Wednesday, April 4, 2012

A commentary on Agile

If you're a PMI member, then you've probably received the digital version of the April 2012 PMNetwork magazine. But did you get all the way to page 58 for an interview with some agilists on the state of the practice?

 
If not, here are a couple of quotes from Jim Highsmith worth tucking away:

 
Agile project management embraces both “doing” agile and “being” agile—and the latter is the hardest. It defines a different management style: one of facilitation, collaboration, goal- and boundary-setting, and flexibility.

 
... agile is changing the way organizations measure success, moving from the traditional iron triangle of scope, schedule and cost to an agile triangle of value, quality and constraints.

 
My take:
The first idea is certainly agile but not unique to Agile. To my way of thinking, all enlightened project managers have been doing this all along, or they should have been. Now, I certainly agree that Agile calls for a reset of manager's and management's approach to projects.

 
Agile shifts the discussion from fixed value to best value. And, what is best value: it's the best the team can do, with the resources committed, towards achieving project goals that will ultimately lead to business success. Who says what's "best"? In the Agile space, that is a collaboration of the project team, the sponsor, and whoever holds the customer/user's proxy. That's the key:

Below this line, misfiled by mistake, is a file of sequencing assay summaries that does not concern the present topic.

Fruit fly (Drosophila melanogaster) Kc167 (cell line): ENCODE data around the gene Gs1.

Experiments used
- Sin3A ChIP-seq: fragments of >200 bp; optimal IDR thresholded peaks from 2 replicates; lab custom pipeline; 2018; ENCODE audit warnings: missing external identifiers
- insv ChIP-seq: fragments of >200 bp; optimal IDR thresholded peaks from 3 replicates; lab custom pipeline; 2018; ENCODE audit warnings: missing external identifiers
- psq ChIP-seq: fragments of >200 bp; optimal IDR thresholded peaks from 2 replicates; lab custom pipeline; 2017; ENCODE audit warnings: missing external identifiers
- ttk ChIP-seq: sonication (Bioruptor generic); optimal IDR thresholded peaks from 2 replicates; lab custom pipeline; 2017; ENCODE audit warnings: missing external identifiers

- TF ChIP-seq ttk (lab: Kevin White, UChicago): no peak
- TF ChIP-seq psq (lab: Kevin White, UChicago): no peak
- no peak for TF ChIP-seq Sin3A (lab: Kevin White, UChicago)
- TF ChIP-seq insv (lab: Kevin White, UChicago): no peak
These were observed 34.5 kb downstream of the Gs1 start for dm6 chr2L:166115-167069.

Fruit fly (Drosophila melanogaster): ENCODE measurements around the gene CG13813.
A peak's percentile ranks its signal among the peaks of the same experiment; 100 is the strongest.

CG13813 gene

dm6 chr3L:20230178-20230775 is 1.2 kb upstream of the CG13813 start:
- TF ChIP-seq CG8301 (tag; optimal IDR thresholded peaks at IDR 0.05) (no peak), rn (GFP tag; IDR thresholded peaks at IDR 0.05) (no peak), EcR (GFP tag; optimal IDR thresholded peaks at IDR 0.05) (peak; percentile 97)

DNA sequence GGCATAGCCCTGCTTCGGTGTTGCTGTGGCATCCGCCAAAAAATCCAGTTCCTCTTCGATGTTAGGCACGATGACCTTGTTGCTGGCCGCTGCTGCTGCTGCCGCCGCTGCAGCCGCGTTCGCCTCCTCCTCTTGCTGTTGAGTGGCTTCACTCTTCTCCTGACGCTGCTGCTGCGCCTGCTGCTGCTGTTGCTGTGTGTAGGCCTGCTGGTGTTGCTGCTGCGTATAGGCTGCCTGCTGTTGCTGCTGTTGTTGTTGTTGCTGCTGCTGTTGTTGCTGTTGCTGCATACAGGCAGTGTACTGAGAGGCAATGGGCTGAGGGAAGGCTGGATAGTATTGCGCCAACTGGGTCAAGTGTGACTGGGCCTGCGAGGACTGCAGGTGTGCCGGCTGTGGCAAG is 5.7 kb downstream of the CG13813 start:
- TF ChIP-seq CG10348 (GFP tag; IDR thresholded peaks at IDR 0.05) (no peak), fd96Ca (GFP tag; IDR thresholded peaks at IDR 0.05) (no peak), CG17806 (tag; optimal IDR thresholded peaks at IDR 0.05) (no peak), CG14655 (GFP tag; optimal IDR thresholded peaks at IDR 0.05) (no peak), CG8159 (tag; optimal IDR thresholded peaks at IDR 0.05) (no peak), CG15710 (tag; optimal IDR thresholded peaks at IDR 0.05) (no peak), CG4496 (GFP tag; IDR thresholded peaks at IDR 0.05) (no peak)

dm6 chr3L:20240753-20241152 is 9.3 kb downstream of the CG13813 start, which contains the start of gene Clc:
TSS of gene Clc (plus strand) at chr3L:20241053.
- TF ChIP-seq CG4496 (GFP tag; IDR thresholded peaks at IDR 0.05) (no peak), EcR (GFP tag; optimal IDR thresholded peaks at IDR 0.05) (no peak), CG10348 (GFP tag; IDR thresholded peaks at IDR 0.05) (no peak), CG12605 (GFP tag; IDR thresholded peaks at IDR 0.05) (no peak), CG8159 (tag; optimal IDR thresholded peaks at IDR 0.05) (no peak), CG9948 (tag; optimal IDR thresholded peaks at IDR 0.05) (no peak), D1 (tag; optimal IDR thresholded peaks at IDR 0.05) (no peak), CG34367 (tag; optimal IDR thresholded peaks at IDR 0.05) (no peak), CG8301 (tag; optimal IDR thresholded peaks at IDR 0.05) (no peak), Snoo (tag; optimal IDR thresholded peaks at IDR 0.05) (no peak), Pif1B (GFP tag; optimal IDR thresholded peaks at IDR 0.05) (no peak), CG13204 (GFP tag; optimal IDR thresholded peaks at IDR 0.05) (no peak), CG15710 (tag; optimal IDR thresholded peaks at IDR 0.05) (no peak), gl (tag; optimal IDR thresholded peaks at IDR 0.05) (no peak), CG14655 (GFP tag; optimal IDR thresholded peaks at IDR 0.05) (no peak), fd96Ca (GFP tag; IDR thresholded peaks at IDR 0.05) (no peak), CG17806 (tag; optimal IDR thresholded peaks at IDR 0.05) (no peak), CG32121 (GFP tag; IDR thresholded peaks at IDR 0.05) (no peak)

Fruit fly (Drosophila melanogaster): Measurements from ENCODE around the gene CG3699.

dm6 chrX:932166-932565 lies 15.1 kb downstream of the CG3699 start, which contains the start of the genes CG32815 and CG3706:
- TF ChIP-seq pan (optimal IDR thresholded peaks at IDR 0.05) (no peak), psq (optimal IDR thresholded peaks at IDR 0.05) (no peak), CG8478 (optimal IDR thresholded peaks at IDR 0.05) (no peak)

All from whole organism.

• The customer/user--through their proxy--gets an input to the value proposition because they may use or buy the outcomes, but the customer/user has no money at stake; it's other people's money, OPM
  • The sponsor also gets an input  because it is their money at stake. (The sponsor may be a contracting office, as in the public sector)
  • The project team gets an input because they are in the best place to judge feasibility.

 
The second idea is Agile, but it may be too agile for some. Why so? First, there's still "other people's money". Second, you can't work with OPM and not have metrics of performance to stack up against the money. So, the cost-schedule-scope tension may be hard to manage, but at least there are metrics.

 
I don't have a problem with another paradigm, say Highsmith's value, quality and constraints, so long as they come with metrics that align with the value that sponsors put on money. That's why I associate myself with best value: It's OPM with metrics for performance that align with a value proposition leading not only to project success but to business success as well.

 
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